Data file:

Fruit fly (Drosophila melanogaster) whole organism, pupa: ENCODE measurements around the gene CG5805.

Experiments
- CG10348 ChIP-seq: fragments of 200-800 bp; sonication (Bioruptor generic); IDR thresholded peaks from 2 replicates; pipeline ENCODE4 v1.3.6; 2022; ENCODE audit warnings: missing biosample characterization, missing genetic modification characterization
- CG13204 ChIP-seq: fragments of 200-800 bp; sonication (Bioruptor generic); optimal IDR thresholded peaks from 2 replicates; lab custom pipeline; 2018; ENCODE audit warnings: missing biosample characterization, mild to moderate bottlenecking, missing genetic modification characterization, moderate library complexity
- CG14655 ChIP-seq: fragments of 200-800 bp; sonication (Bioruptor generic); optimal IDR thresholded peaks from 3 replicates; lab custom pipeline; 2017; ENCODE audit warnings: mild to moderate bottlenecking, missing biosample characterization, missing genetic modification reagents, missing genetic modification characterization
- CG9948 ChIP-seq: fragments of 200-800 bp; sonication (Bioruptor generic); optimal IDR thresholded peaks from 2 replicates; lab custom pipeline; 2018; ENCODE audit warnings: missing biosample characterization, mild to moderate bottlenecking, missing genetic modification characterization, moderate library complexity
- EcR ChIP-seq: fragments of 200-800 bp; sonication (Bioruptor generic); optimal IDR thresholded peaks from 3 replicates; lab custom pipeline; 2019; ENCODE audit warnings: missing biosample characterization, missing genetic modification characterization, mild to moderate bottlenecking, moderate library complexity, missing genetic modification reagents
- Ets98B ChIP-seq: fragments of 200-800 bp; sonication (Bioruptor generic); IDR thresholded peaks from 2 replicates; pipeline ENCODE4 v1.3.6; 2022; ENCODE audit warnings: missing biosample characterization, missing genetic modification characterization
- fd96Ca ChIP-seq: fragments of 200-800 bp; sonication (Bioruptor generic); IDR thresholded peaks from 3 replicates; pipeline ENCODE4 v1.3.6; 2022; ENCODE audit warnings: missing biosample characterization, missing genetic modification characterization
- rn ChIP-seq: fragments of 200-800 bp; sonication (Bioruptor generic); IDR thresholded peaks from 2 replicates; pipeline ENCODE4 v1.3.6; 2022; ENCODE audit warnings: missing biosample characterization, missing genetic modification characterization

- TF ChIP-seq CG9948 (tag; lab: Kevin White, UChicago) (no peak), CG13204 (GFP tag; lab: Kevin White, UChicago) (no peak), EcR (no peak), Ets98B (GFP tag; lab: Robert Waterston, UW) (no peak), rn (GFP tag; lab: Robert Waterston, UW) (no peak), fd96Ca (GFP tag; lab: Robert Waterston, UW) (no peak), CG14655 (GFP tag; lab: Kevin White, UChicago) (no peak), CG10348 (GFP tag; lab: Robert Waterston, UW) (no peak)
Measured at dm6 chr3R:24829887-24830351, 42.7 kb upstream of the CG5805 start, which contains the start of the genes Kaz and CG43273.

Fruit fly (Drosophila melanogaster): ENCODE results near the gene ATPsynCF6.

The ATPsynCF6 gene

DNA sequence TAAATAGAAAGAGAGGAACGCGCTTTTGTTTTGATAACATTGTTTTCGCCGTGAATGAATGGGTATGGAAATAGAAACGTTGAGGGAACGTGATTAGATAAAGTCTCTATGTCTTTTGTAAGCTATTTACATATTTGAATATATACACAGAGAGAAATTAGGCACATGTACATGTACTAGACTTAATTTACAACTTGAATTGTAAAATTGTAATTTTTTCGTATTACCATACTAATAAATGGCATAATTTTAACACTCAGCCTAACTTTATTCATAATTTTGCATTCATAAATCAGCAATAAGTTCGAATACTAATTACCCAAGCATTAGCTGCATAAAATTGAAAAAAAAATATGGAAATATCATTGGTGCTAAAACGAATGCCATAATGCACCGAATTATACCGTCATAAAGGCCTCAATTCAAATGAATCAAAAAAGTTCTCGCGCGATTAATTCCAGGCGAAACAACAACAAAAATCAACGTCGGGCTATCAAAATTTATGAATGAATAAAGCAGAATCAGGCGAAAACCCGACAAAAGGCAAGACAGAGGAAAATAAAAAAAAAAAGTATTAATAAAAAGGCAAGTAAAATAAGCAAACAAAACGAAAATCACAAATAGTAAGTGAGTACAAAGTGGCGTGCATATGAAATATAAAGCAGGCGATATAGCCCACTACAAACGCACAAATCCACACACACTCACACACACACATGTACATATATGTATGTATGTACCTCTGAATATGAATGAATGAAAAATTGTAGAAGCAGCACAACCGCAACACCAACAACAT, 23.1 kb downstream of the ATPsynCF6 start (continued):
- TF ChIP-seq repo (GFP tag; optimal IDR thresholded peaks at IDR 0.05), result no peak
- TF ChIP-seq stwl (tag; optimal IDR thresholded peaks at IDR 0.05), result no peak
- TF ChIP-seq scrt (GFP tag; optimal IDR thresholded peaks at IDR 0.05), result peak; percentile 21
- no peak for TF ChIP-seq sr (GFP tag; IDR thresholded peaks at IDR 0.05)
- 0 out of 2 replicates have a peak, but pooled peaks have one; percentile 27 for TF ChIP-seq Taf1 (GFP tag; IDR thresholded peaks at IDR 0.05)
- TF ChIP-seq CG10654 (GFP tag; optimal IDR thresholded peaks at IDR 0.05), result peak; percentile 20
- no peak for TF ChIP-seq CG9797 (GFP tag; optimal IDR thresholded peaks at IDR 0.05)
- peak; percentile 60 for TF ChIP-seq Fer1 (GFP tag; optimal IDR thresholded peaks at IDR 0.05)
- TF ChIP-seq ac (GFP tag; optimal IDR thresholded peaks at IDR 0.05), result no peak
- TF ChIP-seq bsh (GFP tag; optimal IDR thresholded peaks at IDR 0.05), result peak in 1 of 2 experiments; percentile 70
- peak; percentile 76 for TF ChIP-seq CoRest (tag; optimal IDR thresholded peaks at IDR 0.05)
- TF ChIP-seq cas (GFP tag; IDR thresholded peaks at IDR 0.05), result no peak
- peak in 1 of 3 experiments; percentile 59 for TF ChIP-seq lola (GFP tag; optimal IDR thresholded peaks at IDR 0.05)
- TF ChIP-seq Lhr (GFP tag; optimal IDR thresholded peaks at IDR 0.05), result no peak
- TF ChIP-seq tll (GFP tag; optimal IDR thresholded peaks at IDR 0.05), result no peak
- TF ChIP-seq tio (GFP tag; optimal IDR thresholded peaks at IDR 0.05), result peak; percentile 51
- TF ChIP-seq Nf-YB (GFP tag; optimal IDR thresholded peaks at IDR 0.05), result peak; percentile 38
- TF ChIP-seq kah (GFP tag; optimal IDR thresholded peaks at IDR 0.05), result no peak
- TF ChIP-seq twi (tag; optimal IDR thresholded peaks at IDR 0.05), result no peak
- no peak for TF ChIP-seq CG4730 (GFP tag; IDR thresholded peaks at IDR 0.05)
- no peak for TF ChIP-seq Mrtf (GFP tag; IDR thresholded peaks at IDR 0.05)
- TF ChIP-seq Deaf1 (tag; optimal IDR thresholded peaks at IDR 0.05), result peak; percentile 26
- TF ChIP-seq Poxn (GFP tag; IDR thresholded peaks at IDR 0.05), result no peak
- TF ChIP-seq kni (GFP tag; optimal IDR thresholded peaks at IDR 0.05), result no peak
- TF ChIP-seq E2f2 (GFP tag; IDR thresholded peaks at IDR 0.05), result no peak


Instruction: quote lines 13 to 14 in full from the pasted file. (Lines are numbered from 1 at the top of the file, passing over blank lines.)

Fruit fly (Drosophila melanogaster): ENCODE results near the gene ATPsynCF6.

The ATPsynCF6 gene